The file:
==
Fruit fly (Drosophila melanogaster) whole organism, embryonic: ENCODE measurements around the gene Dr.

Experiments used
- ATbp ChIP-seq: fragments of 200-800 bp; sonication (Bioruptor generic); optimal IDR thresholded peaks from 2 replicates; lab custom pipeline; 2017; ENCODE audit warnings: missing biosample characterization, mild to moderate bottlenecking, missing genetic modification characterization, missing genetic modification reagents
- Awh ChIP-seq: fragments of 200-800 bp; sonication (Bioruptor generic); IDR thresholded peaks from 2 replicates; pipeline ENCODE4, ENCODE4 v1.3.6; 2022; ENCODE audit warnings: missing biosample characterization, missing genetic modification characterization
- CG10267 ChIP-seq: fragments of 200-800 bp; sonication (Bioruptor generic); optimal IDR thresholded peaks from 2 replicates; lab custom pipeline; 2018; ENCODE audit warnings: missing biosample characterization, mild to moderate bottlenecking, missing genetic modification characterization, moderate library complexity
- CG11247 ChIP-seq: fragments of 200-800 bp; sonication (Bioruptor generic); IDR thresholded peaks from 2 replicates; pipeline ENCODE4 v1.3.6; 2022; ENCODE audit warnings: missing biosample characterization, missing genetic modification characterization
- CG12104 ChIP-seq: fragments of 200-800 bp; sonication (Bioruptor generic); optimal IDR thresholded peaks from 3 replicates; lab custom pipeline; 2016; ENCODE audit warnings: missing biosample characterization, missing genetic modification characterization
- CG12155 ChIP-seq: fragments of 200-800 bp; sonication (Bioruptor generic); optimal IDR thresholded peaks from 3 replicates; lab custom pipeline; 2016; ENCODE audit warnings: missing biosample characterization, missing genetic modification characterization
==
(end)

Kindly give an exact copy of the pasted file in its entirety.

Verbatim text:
Fruit fly (Drosophila melanogaster) whole organism, embryonic: ENCODE measurements around the gene Dr.

Experiments used
- ATbp ChIP-seq: fragments of 200-800 bp; sonication (Bioruptor generic); optimal IDR thresholded peaks from 2 replicates; lab custom pipeline; 2017; ENCODE audit warnings: missing biosample characterization, mild to moderate bottlenecking, missing genetic modification characterization, missing genetic modification reagents
- Awh ChIP-seq: fragments of 200-800 bp; sonication (Bioruptor generic); IDR thresholded peaks from 2 replicates; pipeline ENCODE4, ENCODE4 v1.3.6; 2022; ENCODE audit warnings: missing biosample characterization, missing genetic modification characterization
- CG10267 ChIP-seq: fragments of 200-800 bp; sonication (Bioruptor generic); optimal IDR thresholded peaks from 2 replicates; lab custom pipeline; 2018; ENCODE audit warnings: missing biosample characterization, mild to moderate bottlenecking, missing genetic modification characterization, moderate library complexity
- CG11247 ChIP-seq: fragments of 200-800 bp; sonication (Bioruptor generic); IDR thresholded peaks from 2 replicates; pipeline ENCODE4 v1.3.6; 2022; ENCODE audit warnings: missing biosample characterization, missing genetic modification characterization
- CG12104 ChIP-seq: fragments of 200-800 bp; sonication (Bioruptor generic); optimal IDR thresholded peaks from 3 replicates; lab custom pipeline; 2016; ENCODE audit warnings: missing biosample characterization, missing genetic modification characterization
- CG12155 ChIP-seq: fragments of 200-800 bp; sonication (Bioruptor generic); optimal IDR thresholded peaks from 3 replicates; lab custom pipeline; 2016; ENCODE audit warnings: missing biosample characterization, missing genetic modification characterization